Afro Emoji launches  on Google Play Store and the App Store with 50 characters available for free and in-app sticker purchases available at $1.99 for 300 stickers.

Emoji Definition: A small digital image or icon used to express an idea, emotion, etc., in electronic communication


About

Afro Emoji is a Product  of iManagement Consulting, LLC a technology company that develops African-themed emojis and stickers, available for download on the Google Play Store and Apple App Store

www.afroemoji.com

This day was the day I performed for the first time in Nigeria. For LGBTQ Nigerians. Read from #ForSizakele. I cried. They cried. I was nervous. And I don’t really get nervous for shows, by the way. Performing in Pidgin for Nigerians…Look at God. What a time to be alive. 😍😘💋🇳🇬🇳🇬🇳🇬 So many more shows and events to do here. Such a blessing. What an honour. 🙌🏾🙌🏾🙌🏾🙏🏾🙏🏾🙏🏾 #Ikoyi #Lagos #Nigeria # LGBT #LGBTI #LGBTQ #Queer #QueerAfrica #ankara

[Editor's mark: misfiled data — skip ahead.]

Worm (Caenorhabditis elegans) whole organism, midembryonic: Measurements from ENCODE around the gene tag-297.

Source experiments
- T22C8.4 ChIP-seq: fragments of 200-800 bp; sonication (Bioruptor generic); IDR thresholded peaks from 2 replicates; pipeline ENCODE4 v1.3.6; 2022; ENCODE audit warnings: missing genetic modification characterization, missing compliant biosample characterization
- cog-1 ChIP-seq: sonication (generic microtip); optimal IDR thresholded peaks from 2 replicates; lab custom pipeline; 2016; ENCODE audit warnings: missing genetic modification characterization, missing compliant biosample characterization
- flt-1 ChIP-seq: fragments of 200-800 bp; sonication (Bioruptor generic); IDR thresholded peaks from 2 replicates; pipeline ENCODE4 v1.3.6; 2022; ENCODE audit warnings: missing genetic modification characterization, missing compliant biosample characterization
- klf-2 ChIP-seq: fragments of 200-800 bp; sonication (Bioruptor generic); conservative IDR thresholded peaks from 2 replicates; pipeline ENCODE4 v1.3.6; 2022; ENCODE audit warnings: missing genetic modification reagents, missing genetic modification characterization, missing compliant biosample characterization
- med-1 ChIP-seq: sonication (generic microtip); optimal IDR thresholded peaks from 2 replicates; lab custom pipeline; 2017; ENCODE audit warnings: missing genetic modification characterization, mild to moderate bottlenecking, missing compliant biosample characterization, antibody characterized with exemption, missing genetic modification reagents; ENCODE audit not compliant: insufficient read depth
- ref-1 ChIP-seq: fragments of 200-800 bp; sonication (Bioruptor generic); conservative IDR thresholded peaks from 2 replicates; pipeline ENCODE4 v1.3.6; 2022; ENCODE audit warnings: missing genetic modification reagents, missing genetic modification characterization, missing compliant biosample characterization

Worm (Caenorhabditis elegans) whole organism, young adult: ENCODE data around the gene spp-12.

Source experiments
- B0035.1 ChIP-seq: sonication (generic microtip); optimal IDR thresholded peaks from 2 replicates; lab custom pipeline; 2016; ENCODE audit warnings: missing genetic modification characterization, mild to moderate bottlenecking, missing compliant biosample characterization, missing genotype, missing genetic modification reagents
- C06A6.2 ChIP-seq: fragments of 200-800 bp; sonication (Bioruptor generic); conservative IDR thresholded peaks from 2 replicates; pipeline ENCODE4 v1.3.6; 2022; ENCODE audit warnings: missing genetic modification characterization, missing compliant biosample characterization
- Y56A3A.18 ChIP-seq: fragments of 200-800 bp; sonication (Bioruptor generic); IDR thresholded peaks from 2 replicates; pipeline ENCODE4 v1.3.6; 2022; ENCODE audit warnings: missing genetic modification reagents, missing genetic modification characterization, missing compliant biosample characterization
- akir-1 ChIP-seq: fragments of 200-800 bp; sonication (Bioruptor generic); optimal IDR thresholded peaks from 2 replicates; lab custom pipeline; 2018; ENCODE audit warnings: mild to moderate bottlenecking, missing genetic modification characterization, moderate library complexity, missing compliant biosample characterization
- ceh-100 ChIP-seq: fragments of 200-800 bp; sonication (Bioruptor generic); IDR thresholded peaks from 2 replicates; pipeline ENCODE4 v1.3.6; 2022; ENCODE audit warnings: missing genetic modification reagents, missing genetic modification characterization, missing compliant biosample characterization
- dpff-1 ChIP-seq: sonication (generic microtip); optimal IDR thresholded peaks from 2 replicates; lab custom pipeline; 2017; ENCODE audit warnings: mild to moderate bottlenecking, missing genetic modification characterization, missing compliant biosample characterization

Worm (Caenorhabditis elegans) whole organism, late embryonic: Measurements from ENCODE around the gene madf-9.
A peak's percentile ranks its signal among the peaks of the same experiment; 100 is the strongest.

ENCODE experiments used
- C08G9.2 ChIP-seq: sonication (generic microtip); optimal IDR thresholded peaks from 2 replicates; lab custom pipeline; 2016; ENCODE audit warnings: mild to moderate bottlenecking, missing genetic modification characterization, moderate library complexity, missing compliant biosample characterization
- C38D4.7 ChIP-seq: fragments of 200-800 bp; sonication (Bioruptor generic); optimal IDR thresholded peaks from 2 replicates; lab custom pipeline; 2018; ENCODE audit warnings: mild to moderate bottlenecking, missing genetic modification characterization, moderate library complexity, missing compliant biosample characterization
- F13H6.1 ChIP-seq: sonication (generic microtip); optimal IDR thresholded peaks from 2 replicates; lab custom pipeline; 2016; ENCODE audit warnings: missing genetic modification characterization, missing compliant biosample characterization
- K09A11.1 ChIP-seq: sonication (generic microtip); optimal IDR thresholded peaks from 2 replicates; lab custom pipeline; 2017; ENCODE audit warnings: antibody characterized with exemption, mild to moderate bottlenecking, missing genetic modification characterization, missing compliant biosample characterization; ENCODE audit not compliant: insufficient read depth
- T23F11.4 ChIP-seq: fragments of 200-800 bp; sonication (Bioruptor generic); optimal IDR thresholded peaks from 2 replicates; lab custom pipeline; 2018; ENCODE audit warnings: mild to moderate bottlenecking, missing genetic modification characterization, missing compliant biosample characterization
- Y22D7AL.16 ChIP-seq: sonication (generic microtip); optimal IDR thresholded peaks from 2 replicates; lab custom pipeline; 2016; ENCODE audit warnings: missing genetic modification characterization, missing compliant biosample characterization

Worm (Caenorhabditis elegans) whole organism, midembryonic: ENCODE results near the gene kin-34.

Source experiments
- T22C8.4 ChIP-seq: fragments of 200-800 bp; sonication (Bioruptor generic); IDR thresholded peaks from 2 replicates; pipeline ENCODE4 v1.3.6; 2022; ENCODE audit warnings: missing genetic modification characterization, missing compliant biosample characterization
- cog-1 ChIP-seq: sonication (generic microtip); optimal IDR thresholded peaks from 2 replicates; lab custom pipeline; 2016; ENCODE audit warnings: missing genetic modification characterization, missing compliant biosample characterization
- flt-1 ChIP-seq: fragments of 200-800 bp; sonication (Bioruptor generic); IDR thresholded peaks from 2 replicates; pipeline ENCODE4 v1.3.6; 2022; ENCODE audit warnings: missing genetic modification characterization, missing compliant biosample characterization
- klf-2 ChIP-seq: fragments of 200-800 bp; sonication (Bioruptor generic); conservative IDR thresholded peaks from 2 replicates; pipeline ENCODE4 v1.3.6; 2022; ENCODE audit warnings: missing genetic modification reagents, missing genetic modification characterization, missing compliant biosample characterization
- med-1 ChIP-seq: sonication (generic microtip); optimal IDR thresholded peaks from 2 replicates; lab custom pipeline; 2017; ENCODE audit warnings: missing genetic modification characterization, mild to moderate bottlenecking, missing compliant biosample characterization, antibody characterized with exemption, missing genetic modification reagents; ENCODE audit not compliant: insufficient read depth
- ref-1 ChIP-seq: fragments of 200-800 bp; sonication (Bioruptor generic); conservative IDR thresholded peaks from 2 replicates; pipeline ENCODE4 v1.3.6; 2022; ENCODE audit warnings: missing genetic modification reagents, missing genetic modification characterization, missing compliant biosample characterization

Do y'all remember how my dryer smelt like it was burning

Well.

It was a B52 cockaroach.

It got caught in the wires.

It was crispy.

A damn.
B52.
Elelu.
Mogamoga.
Bibish.

Lol. Bibish.

You know you’ve grown up around pidgin speaking individuals if you heard the word Bibish.